EU doc no: 7315/07 (dated 13 March 2007). After a gap of three months, during which the German Presidency asked the European Commission to prepare a new draft proposal (see below), the Presidency has produced its own new, full draft.

The Commission submitted the proposal in October 2005, the European Data Protection Supervisor (EDPS) issued an Opinion in December 2005, the European Parliament agreed its report (with 60 amendments) in May 2006 and adopted it in September 2006, in November 2006 the EDPS issued a second critical Opinion and in December 2006 the European Parliament adopted a report saying that it intended to re-examine the issue as the Council had ignored its views. Between November 2005 and November 2006 the Council's Multidisciplinary Group on Organised Crime produced 29 reports - substantially changing the Commission proposal and ignoring the views of the EDPS and the European Parliament - without reaching agreement on the text.

Introduction


The EU is currently discussing a draft Framework Decision on the protection of personal data processed in the framework of police and judicial cooperation in criminal matters.

The European Commission produced a draft proposal on 4 October 2005. The European Parliament finally adopted its report on 27 September - a "partial vote" in July voted through all 60 amendments agreed by the Committee on Civil Liberties (LIBE). On this issue the parliament is only "consulted" - which means that its views can be disregarded by the Council of the European Union (the 25 EU governments).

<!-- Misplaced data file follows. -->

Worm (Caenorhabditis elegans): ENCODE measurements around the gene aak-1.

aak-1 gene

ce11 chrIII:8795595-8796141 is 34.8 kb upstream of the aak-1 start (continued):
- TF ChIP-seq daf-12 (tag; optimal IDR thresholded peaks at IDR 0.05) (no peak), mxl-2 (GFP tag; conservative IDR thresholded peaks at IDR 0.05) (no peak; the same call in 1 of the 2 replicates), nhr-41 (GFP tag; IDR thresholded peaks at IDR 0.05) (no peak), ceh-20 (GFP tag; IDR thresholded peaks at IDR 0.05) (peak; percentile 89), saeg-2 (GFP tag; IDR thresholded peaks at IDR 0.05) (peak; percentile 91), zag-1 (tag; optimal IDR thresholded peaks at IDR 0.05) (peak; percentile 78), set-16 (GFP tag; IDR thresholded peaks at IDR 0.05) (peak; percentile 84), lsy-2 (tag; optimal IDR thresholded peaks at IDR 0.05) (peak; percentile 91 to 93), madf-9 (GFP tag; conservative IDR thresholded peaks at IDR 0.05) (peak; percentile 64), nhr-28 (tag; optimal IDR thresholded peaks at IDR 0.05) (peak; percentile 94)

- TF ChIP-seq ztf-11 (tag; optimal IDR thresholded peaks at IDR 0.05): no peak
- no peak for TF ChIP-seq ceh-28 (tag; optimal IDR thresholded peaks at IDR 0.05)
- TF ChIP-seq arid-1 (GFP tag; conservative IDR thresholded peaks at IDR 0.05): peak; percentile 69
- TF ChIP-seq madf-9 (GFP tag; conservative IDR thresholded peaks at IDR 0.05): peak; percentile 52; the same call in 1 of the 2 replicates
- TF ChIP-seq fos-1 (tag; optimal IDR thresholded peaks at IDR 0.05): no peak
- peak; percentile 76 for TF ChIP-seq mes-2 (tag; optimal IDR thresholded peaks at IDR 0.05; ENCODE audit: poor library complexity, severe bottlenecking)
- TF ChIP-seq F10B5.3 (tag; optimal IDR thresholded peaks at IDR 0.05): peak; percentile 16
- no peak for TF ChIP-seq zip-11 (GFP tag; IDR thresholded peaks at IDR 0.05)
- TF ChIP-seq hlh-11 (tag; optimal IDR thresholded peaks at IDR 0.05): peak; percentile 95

The Council has taken months looking at the Commission proposal and have changed it substantially in favour of "self-regulation" by the agencies and removing the rights of data subjects to information held on them and the possibility to correct it.

The proposal is being discussed in the Council by the Multidisciplinary Group on Organised Crime (MDG) whose primary interest is to ensure the greatest possible powers to exchange any and all data between all agencies - at the national, European and international levels - with the fewest possible obstacles created by data protection rights.

Lord Avebury (UK House of Lords Select Committee on the EU) will put it to the European Parliament on 3 October 2006 in the following terms, the MDG's: "primary interest is to make life difficult for criminals, not to have regard to the interests of data subjects" [The full-text of Lord Avebury's speech to the EP on data protection and the principle of availability (pdf)]

Peter Hustinx, the European Data Protection Supervisor, expressed similar concerns to the UK House of Lords Select Committee on the EU inquiry (Behind Closed Doors, see below), discussions he said were progressing very slowly, partly because: "national delegations tend to come from law enforcement areas which, up to now, largely prefer to ignore data protection”.